Welcome to CSE 274 "Selected topic in computer graphics" — Discrete Differential Geometry.
Visit Canvas (for all info including Zoom links), Gradescope (HW submission) and Piazza (Q&A).
Week  Tuesday  Thursday  

1  1/10: Introduction, Houdini

1/12: Triangle meshes, Euler characteristics  
2  1/17: Half edges, introduction to Laplacian  1/19: Discrete Laplacian


3  1/24: Discrete exterior calculus (DEC)

1/26: Dirichlet principle, Vectors and covectors


4  1/31: Vectors and covectors

2/2: Exterior calculus  
5  2/7: Exterior calculus  2/9: Exterior calculus  
6  2/14: Differential geometry of curves

2/16: Differential geometry of curves


7  2/21: Differential geometry of surfaces  2/23: Differential geometry of surfaces  
8  2/28: Differential geometry of surfaces  3/2: Vector field design, gauge theory  
9  3/7: Vector field design, gauge theory

3/9: Vector field design, gauge theory  
10  3/14: Hodge decomposition

3/16: Hodge decomposition


Final  3/21: No class

3/23: No class  
Spring break 
Discrete Differential Geometry introduces the mathematics and algorithms for digital geometry processing and simulation problems. Think of it as applied differential geometry for computer graphics and computational mathematics.
What is discrete differential geometry? In the traditional approach for many computational and engineering problems, one (1) derives the governing equation with multivariable calculus on a coordinate system; (2) applies a generic discretization scheme (finite difference/finite element) to approximate the solution. This direction becomes extremely tedious as the domain of the problem becomes a more general shape (as often encountered in computer aided designs and computer graphics), where no natural coordinate system may fit the geometry featured in the problem. Also, discretization schemes based on approximation theory don't usually preserve the structures (e.g. conservation laws) of the underlying physical or geometric system.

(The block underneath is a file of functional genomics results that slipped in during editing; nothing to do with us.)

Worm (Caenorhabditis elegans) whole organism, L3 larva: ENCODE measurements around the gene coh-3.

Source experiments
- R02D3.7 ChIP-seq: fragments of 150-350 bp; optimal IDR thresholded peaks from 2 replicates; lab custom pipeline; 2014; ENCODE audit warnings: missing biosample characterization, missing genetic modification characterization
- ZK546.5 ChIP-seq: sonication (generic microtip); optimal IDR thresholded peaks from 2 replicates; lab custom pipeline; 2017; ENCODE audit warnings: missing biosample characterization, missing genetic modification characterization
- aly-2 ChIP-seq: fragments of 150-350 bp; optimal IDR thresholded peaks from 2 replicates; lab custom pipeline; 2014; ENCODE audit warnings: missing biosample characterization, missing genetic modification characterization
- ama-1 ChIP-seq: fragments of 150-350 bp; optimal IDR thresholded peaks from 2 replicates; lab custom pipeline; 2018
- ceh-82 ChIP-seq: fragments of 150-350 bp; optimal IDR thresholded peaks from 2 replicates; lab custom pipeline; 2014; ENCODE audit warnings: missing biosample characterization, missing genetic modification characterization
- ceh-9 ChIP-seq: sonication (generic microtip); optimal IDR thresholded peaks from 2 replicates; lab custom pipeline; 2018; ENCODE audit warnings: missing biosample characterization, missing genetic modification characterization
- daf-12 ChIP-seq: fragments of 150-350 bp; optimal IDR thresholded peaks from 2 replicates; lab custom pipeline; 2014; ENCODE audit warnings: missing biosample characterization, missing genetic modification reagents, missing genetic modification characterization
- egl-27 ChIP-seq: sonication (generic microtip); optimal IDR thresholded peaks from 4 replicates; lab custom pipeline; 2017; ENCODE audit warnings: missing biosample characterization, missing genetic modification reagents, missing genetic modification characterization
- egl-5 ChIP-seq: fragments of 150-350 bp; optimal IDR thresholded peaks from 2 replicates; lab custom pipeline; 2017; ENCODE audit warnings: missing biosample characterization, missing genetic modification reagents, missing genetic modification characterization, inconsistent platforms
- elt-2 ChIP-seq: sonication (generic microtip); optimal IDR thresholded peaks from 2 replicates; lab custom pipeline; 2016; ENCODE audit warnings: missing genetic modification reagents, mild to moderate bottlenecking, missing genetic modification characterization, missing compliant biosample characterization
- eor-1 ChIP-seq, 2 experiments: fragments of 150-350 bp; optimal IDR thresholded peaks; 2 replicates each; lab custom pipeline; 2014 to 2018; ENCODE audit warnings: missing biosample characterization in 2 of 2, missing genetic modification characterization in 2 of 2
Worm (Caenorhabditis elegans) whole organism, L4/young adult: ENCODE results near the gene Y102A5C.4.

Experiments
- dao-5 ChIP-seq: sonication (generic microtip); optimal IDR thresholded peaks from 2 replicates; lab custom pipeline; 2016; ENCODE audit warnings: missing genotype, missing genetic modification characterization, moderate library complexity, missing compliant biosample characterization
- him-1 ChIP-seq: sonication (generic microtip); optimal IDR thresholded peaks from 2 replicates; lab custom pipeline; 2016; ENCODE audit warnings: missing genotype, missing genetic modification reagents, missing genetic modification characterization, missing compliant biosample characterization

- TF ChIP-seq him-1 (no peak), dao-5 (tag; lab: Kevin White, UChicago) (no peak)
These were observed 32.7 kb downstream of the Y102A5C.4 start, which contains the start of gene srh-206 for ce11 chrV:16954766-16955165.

Discrete differential geometry takes a different route. Starting from the modeling stage (deriving governing equation) all the way to algorithmic stage, we use the language of geometry. It bypasses any artificial coordinate systems, and only speaks about relationships between points, lines, surfaces, and the field defined on top of them. During discretization, we directly find the discrete analogs of these relation, preserving as many differential geometry theorems as possible.
Some highlight:
There is no quiz or exam. The grades are made of the following HWs and project:
We will post some related papers here for further reading